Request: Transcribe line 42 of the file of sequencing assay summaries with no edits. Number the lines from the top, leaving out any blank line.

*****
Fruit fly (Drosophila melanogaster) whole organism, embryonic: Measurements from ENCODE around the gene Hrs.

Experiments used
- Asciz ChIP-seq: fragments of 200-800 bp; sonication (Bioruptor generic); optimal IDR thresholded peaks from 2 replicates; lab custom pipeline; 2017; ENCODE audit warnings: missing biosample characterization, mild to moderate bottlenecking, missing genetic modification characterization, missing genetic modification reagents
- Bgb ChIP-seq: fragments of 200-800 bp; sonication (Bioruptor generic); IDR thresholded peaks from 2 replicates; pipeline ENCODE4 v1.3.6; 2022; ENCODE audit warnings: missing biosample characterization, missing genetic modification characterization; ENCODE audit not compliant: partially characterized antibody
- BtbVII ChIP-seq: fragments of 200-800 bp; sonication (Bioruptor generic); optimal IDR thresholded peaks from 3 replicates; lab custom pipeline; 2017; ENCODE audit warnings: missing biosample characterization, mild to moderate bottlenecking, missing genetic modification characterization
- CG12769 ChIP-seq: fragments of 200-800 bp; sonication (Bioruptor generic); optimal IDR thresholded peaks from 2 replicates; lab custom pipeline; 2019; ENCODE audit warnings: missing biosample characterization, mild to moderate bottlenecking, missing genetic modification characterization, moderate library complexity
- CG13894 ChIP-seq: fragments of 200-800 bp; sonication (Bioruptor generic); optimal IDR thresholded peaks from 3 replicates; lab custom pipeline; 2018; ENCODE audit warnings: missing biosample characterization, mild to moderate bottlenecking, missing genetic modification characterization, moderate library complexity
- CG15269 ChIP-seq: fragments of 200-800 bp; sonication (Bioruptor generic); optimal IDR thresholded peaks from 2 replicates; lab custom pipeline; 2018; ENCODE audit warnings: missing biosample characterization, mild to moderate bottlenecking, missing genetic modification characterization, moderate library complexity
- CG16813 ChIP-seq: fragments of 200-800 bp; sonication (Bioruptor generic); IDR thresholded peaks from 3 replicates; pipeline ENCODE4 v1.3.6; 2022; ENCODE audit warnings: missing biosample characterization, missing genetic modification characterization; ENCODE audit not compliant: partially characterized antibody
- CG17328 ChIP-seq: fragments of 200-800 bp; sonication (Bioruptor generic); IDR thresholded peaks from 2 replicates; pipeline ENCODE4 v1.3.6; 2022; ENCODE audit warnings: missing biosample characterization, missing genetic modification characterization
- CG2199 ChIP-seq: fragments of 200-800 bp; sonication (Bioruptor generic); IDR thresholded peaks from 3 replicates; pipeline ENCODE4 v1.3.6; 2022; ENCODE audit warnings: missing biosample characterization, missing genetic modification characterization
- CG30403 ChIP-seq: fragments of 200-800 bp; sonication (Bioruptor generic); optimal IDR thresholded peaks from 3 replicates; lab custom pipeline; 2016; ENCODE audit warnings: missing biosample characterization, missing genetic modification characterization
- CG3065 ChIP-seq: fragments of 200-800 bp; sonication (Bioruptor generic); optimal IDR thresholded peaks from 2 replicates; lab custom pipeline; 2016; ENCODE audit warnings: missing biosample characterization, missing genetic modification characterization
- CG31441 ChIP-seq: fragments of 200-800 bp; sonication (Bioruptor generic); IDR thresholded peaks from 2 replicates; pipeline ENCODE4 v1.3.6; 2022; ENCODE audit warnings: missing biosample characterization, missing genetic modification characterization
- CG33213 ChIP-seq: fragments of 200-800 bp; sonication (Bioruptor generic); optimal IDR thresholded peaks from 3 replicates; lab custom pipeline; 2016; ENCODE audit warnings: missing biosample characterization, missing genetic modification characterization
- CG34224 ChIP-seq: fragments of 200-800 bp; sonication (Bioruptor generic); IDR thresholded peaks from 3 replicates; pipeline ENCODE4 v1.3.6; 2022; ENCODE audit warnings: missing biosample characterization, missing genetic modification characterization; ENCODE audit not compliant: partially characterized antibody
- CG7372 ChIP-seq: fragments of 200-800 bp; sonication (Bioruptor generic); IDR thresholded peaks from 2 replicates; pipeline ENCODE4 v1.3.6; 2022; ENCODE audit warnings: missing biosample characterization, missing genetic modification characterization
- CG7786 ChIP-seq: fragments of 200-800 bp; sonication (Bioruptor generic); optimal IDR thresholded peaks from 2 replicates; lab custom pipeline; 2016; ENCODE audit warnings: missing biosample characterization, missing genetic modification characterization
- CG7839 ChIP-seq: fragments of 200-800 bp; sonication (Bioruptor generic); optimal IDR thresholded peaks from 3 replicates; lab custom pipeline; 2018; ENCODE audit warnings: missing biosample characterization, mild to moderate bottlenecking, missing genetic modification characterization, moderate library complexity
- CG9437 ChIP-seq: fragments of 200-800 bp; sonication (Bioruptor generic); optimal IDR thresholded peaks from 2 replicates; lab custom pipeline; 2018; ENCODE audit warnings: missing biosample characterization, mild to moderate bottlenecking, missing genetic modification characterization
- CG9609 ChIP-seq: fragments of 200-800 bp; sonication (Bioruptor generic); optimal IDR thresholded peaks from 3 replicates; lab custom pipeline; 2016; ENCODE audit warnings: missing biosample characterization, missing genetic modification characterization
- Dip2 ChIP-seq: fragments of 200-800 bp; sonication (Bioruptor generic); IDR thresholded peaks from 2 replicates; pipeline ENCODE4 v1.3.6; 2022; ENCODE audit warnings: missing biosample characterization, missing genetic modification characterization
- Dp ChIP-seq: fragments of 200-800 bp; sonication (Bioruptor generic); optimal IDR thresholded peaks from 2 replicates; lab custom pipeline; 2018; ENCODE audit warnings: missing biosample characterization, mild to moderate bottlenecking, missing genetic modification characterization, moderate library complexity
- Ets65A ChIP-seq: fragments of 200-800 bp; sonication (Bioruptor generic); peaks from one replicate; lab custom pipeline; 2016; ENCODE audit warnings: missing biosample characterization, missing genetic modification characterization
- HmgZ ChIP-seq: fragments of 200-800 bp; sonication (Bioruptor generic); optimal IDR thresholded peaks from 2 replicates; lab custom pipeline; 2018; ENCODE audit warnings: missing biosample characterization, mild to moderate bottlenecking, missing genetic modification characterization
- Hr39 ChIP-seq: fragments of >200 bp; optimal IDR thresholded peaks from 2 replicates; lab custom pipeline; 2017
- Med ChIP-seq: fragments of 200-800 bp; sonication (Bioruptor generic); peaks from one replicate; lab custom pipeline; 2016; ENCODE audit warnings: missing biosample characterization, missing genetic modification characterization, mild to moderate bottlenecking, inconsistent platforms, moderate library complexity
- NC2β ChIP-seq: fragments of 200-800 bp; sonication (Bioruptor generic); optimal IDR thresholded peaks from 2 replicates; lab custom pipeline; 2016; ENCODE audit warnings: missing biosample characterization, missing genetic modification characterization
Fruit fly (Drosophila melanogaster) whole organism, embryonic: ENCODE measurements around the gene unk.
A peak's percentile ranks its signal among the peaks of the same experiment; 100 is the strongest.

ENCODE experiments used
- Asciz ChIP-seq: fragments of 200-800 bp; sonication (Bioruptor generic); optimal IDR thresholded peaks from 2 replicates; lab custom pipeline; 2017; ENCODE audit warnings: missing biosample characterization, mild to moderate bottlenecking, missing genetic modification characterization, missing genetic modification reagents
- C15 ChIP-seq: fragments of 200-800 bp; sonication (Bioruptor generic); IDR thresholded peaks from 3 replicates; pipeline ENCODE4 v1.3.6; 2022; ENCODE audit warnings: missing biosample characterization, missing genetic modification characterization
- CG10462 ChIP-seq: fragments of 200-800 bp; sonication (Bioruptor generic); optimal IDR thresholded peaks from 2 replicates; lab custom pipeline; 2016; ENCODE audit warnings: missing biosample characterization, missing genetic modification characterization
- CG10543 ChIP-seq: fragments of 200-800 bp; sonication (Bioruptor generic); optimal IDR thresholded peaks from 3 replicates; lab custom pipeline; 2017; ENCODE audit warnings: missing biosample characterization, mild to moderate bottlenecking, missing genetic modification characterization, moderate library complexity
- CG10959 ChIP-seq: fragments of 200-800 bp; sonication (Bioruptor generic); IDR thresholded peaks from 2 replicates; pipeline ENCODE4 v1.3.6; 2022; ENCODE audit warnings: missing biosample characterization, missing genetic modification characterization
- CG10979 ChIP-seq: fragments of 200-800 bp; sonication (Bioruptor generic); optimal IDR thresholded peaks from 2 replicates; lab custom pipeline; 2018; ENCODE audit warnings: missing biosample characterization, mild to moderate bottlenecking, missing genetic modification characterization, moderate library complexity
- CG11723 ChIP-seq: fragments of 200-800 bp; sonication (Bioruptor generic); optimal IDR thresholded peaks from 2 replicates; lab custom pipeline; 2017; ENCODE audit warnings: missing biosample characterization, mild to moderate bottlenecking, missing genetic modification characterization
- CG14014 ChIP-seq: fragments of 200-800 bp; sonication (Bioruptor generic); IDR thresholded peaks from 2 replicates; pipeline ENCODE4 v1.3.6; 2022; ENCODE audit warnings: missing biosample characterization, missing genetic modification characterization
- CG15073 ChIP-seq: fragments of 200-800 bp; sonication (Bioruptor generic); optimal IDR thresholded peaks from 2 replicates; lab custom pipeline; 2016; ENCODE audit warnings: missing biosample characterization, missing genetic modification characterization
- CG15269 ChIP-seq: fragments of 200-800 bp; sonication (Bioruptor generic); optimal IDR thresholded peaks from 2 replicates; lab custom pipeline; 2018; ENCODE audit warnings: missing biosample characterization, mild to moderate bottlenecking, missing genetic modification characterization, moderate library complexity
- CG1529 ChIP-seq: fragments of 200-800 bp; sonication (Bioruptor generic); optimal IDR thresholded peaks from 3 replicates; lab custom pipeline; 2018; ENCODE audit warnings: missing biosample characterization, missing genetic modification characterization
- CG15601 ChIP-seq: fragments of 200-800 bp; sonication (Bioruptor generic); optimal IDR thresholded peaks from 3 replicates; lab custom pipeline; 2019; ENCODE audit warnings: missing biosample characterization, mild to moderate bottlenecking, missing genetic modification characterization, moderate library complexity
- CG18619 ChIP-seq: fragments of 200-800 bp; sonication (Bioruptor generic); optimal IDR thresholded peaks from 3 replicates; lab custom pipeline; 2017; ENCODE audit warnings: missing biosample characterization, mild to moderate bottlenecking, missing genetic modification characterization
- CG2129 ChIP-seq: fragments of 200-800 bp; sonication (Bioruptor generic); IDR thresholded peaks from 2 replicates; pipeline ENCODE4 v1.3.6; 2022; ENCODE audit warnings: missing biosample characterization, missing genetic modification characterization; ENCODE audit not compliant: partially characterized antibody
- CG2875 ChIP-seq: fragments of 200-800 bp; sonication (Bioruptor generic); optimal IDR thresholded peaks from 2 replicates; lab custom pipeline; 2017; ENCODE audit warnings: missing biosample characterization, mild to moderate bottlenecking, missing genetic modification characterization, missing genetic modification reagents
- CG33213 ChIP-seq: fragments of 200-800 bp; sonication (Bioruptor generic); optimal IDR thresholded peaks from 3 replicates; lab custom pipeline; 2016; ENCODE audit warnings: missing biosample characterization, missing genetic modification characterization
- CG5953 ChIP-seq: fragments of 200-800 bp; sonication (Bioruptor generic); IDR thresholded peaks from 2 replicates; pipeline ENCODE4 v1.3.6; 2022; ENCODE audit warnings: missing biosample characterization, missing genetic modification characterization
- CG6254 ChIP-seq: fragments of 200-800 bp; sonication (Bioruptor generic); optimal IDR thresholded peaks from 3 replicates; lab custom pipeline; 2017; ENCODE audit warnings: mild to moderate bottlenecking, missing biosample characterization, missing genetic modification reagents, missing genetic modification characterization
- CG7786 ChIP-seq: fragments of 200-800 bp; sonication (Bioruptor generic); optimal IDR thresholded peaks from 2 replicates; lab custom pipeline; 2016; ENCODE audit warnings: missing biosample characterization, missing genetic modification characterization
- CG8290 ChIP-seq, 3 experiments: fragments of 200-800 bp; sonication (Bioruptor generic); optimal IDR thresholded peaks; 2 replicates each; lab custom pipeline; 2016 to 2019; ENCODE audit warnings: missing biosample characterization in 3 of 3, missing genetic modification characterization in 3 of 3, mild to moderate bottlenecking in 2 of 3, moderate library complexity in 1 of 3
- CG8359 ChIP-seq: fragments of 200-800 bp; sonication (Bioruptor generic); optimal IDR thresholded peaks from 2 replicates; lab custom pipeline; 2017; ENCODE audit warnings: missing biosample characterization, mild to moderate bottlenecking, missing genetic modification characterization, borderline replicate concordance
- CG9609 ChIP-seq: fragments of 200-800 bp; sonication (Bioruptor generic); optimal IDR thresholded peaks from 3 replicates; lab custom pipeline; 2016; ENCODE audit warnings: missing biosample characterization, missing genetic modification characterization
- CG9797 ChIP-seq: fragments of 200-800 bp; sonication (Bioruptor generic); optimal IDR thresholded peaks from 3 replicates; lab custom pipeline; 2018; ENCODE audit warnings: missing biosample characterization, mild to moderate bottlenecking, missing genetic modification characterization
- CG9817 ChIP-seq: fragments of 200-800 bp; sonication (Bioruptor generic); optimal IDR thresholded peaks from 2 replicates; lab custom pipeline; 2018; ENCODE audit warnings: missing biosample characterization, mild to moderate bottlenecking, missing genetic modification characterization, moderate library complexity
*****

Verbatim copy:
- CG1529 ChIP-seq: fragments of 200-800 bp; sonication (Bioruptor generic); optimal IDR thresholded peaks from 3 replicates; lab custom pipeline; 2018; ENCODE audit warnings: missing biosample characterization, missing genetic modification characterization